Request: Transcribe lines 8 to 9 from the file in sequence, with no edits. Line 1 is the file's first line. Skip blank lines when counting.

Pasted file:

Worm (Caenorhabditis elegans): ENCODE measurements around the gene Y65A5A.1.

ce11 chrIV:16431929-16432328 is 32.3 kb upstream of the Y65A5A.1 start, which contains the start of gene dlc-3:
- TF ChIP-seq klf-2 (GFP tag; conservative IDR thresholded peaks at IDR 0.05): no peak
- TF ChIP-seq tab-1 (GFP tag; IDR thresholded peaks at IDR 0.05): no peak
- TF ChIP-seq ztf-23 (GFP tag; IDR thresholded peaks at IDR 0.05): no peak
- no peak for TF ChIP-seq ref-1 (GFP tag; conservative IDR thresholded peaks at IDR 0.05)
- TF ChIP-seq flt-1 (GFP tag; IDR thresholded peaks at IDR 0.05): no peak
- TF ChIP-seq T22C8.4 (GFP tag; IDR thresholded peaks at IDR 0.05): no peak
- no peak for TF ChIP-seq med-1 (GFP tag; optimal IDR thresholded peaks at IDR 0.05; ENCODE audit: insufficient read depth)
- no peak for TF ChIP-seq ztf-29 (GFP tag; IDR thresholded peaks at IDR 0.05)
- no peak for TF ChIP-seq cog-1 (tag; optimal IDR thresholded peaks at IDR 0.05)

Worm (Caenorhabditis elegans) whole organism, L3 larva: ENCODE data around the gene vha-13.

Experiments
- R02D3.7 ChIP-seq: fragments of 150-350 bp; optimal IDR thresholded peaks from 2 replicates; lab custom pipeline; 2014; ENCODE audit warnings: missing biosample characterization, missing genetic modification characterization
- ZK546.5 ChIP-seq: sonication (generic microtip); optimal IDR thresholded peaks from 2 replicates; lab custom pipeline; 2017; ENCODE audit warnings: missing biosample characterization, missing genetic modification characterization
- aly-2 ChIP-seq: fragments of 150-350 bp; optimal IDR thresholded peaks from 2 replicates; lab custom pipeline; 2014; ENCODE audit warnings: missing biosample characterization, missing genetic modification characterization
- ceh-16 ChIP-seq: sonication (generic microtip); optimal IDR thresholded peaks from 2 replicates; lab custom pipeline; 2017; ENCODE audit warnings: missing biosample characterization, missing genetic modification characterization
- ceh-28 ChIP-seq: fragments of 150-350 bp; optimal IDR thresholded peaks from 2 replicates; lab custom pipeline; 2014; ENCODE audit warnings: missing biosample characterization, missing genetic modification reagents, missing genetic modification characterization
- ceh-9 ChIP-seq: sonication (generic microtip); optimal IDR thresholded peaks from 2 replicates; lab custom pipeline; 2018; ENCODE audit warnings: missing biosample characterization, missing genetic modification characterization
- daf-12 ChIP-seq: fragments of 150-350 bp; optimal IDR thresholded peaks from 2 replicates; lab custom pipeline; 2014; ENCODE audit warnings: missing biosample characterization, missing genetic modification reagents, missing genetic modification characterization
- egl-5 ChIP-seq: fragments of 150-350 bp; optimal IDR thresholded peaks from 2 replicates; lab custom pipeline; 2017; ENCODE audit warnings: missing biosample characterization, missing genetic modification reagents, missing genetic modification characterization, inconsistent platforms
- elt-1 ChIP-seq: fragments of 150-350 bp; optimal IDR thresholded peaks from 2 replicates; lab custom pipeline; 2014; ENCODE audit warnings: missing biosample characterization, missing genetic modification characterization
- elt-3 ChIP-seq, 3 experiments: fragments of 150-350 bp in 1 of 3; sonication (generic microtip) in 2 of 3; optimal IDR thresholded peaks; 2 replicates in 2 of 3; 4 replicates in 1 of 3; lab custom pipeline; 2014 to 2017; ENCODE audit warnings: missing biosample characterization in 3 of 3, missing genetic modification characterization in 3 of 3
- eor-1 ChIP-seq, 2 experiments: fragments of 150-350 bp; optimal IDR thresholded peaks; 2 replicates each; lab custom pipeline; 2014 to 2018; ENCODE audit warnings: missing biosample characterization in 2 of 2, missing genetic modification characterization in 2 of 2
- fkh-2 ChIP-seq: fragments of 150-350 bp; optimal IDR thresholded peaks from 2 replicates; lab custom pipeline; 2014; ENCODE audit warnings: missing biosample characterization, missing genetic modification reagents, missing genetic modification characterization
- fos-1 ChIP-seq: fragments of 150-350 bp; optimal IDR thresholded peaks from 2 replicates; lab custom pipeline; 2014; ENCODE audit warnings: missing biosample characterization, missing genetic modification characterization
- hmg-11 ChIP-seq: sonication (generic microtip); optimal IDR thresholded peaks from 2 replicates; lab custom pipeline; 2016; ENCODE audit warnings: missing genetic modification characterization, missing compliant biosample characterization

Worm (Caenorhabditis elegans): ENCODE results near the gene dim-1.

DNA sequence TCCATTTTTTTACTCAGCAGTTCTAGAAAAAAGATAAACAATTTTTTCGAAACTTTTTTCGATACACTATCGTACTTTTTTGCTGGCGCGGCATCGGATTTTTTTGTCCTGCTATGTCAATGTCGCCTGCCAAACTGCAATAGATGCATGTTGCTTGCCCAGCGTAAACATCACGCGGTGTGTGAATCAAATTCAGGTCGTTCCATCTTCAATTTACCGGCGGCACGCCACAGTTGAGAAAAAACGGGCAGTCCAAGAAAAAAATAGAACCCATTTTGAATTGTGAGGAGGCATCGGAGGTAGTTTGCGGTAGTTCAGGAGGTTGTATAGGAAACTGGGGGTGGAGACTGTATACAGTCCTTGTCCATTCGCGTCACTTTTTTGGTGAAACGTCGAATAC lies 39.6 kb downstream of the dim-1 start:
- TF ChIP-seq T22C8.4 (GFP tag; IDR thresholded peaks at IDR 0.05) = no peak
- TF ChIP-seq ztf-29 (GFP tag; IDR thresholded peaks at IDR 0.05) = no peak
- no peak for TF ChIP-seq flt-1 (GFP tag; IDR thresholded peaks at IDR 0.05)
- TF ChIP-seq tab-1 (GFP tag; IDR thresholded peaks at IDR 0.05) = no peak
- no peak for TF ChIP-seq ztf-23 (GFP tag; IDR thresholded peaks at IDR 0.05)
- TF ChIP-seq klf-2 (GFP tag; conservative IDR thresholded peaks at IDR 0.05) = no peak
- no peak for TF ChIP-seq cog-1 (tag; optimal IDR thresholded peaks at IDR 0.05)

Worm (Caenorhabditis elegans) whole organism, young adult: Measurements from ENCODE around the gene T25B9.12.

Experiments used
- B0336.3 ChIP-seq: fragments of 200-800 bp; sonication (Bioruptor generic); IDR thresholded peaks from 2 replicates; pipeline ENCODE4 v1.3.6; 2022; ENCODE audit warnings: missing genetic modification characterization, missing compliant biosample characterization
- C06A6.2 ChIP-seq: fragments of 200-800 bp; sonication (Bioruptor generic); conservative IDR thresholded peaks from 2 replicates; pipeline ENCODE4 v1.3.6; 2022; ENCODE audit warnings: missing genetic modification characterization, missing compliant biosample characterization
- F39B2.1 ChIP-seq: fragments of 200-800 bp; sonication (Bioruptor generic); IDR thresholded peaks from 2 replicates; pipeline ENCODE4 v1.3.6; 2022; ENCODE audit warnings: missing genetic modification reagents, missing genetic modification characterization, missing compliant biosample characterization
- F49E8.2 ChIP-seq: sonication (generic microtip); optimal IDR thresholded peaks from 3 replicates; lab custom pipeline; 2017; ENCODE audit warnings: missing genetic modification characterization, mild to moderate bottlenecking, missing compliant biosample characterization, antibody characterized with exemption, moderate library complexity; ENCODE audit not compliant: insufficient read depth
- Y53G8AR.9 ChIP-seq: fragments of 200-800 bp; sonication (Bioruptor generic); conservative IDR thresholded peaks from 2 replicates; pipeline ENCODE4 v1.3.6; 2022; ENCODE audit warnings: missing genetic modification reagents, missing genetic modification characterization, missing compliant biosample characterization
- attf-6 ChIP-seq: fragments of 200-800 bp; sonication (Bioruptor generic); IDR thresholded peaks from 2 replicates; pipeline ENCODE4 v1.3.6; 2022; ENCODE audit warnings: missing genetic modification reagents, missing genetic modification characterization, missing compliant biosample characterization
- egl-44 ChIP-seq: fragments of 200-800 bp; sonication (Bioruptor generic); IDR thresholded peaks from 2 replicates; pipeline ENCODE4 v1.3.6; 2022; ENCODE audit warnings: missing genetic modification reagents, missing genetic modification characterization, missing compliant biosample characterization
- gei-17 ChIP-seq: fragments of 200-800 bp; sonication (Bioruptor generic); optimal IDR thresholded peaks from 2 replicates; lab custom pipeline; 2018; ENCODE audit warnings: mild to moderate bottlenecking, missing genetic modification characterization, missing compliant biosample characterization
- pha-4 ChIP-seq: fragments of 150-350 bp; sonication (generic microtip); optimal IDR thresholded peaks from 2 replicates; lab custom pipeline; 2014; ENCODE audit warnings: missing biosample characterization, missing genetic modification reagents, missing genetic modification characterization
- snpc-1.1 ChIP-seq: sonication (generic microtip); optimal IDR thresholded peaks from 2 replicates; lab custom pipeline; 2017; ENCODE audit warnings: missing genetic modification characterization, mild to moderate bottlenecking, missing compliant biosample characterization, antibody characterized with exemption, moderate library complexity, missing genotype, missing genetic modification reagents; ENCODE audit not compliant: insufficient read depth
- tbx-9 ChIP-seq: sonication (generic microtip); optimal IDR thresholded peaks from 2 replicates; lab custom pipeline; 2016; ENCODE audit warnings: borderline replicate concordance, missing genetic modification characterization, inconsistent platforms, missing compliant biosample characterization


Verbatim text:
- TF ChIP-seq T22C8.4 (GFP tag; IDR thresholded peaks at IDR 0.05): no peak
- no peak for TF ChIP-seq med-1 (GFP tag; optimal IDR thresholded peaks at IDR 0.05; ENCODE audit: insufficient read depth)